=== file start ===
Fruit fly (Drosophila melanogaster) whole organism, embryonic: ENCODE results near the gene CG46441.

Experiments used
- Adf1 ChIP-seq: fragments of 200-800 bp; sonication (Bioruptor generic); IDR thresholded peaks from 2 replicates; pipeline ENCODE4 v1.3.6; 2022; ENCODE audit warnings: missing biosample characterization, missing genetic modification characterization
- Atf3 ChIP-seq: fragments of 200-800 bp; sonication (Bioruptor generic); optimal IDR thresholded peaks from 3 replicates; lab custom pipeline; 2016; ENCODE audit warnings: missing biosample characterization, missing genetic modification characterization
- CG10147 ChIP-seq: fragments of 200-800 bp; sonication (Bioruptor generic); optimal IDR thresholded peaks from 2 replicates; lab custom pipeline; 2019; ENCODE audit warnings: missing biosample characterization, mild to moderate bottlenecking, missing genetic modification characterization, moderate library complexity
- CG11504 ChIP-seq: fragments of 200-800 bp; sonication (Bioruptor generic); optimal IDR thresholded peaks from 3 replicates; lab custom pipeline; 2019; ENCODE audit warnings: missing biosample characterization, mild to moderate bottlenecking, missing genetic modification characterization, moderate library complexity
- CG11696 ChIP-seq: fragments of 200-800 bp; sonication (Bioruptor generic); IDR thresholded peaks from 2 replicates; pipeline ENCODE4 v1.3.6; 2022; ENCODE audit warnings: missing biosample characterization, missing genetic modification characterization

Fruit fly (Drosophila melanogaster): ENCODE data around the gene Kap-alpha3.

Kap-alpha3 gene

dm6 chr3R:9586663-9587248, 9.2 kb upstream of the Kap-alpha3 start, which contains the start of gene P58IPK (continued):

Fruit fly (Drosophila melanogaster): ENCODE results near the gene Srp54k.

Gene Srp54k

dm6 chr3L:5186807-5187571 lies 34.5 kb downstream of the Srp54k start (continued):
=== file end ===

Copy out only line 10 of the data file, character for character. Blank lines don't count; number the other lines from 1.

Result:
dm6 chr3R:9586663-9587248, 9.2 kb upstream of the Kap-alpha3 start, which contains the start of gene P58IPK (continued):